As the baby boomers age, people are staying in the workforce long past the traditional retirement age of 65. On one hand, this keeps experience and skills in the marketplace. On the other hand, older employees tend to be better compensated than new hires, leading some employers to question the bottom-line impact of an aging workforce. Some employers are also concerned about the health of older employees, and may seek ways to subtly (or not so subtly) push those workers out the door. This often conflicts with employment discrimination laws, which prohibit employers from making hiring, firing or promotion decisions based on age.
To put it simply, some employers apparently don't like the idea of an aging workforce, and have chosen to solve the "problem" in ways that can only be described as discriminatory.
Reports indicate that the aging population has created a sort of bubble of wrongful termination suits. A few landmark cases on this issue have already been heard; including one handled by our firm's own Samuel Cordes. He successfully argued a case for a client who had been fired by Westinghouse Electric Corp. based on age. An internal memo from the employer was quoted in the opinion of the court, calling older employees "blockers" of opportunity for younger workers, saying that the company should get the older employees out of the way.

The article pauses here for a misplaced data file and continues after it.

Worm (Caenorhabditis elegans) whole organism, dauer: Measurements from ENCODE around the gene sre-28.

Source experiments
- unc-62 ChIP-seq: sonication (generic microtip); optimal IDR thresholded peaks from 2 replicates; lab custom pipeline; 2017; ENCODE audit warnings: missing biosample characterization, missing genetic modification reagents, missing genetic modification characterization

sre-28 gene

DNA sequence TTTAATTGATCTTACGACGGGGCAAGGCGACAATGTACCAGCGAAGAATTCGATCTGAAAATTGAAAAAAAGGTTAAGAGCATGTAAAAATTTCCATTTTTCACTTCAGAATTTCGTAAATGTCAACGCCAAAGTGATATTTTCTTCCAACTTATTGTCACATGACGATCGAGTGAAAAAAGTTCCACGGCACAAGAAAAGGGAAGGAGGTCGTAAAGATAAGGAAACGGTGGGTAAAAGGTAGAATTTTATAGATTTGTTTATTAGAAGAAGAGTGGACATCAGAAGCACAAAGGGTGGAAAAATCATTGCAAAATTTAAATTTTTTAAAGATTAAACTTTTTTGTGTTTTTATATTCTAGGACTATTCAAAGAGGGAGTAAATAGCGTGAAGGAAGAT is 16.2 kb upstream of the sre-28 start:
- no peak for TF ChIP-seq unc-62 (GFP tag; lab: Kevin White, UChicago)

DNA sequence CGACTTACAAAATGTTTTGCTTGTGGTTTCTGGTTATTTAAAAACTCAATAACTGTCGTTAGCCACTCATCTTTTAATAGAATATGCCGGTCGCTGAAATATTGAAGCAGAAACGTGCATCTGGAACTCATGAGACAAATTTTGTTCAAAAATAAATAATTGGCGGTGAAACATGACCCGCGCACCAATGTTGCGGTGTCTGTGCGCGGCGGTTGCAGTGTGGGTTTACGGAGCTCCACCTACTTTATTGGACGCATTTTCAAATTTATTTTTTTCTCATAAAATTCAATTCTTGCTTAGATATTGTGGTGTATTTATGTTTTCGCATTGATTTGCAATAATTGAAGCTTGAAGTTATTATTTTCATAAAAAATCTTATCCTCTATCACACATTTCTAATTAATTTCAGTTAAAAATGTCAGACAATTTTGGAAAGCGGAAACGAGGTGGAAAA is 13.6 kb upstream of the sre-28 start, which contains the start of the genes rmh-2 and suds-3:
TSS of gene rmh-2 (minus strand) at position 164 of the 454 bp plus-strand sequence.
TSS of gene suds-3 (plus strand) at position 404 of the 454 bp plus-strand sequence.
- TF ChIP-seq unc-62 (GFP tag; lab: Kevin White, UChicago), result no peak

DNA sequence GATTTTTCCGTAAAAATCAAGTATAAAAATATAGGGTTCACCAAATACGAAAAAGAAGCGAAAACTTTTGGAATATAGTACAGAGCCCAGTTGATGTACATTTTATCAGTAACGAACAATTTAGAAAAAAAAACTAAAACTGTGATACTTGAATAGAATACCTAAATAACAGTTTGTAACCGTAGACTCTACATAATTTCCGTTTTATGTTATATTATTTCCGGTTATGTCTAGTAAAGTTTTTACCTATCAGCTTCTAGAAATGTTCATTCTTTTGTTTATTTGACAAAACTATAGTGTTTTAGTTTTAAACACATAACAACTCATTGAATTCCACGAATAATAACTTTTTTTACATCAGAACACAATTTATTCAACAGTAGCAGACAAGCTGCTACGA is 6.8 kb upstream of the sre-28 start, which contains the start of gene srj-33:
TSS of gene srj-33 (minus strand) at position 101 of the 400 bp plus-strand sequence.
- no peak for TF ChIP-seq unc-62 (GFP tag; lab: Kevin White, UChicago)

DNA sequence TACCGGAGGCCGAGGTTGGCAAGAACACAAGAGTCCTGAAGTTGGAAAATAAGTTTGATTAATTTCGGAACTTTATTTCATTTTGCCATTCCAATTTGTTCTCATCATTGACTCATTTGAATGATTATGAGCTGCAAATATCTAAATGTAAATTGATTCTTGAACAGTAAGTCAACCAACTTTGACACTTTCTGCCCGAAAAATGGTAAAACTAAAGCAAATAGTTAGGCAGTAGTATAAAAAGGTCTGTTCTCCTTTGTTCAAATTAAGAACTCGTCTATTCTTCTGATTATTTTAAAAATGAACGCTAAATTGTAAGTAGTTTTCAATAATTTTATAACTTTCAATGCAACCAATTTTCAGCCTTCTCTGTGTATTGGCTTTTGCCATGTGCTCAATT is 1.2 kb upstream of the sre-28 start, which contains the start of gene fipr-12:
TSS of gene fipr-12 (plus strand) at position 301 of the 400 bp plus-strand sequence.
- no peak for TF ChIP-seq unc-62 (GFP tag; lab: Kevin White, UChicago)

Some companies attempt to do this through voluntary retirement packages. Mr. Cordes told reporters recently that age discrimination cases have increased significantly, perhaps because employers are trying to decrease costs by unfairly targeting older, more experienced and better paid workers for termination.
Cost savings are not a reasonable justification for firing an older employee if the decision was made solely on the basis of age. Older employees deserve the same opportunities as anyone else in the workforce. People who have been fired because of their age should not be afraid to assert their rights.
Source: Pittsburg Post-Gazette, "Are aging lawyers ready for what's next?" Drew Singer, March 19, 2012.